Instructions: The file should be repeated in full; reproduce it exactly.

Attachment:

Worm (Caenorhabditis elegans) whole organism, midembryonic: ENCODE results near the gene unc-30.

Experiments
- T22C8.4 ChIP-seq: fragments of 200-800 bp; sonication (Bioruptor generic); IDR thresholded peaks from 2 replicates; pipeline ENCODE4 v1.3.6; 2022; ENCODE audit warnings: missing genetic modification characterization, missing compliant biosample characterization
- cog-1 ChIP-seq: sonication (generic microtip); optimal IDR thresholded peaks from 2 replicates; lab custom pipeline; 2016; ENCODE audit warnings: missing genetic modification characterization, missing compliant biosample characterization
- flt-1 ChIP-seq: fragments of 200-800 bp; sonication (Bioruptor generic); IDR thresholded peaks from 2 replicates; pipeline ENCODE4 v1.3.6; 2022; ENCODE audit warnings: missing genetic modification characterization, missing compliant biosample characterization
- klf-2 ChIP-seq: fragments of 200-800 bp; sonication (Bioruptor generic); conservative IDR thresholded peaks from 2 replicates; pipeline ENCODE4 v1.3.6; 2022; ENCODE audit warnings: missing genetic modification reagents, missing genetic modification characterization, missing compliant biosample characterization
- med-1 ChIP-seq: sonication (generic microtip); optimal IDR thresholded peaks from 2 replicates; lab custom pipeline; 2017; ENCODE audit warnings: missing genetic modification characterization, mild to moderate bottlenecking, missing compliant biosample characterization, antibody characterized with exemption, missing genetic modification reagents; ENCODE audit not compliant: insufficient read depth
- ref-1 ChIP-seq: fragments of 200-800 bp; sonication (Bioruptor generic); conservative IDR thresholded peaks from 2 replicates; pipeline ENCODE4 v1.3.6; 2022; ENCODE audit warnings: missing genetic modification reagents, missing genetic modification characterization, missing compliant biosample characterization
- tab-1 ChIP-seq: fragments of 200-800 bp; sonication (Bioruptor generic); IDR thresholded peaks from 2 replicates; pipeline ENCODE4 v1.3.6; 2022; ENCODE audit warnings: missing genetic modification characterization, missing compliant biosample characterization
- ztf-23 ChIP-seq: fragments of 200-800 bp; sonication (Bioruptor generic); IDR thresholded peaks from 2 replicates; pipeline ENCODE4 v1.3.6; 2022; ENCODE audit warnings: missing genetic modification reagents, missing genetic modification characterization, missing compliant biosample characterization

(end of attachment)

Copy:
Worm (Caenorhabditis elegans) whole organism, midembryonic: ENCODE results near the gene unc-30.

Experiments
- T22C8.4 ChIP-seq: fragments of 200-800 bp; sonication (Bioruptor generic); IDR thresholded peaks from 2 replicates; pipeline ENCODE4 v1.3.6; 2022; ENCODE audit warnings: missing genetic modification characterization, missing compliant biosample characterization
- cog-1 ChIP-seq: sonication (generic microtip); optimal IDR thresholded peaks from 2 replicates; lab custom pipeline; 2016; ENCODE audit warnings: missing genetic modification characterization, missing compliant biosample characterization
- flt-1 ChIP-seq: fragments of 200-800 bp; sonication (Bioruptor generic); IDR thresholded peaks from 2 replicates; pipeline ENCODE4 v1.3.6; 2022; ENCODE audit warnings: missing genetic modification characterization, missing compliant biosample characterization
- klf-2 ChIP-seq: fragments of 200-800 bp; sonication (Bioruptor generic); conservative IDR thresholded peaks from 2 replicates; pipeline ENCODE4 v1.3.6; 2022; ENCODE audit warnings: missing genetic modification reagents, missing genetic modification characterization, missing compliant biosample characterization
- med-1 ChIP-seq: sonication (generic microtip); optimal IDR thresholded peaks from 2 replicates; lab custom pipeline; 2017; ENCODE audit warnings: missing genetic modification characterization, mild to moderate bottlenecking, missing compliant biosample characterization, antibody characterized with exemption, missing genetic modification reagents; ENCODE audit not compliant: insufficient read depth
- ref-1 ChIP-seq: fragments of 200-800 bp; sonication (Bioruptor generic); conservative IDR thresholded peaks from 2 replicates; pipeline ENCODE4 v1.3.6; 2022; ENCODE audit warnings: missing genetic modification reagents, missing genetic modification characterization, missing compliant biosample characterization
- tab-1 ChIP-seq: fragments of 200-800 bp; sonication (Bioruptor generic); IDR thresholded peaks from 2 replicates; pipeline ENCODE4 v1.3.6; 2022; ENCODE audit warnings: missing genetic modification characterization, missing compliant biosample characterization
- ztf-23 ChIP-seq: fragments of 200-800 bp; sonication (Bioruptor generic); IDR thresholded peaks from 2 replicates; pipeline ENCODE4 v1.3.6; 2022; ENCODE audit warnings: missing genetic modification reagents, missing genetic modification characterization, missing compliant biosample characterization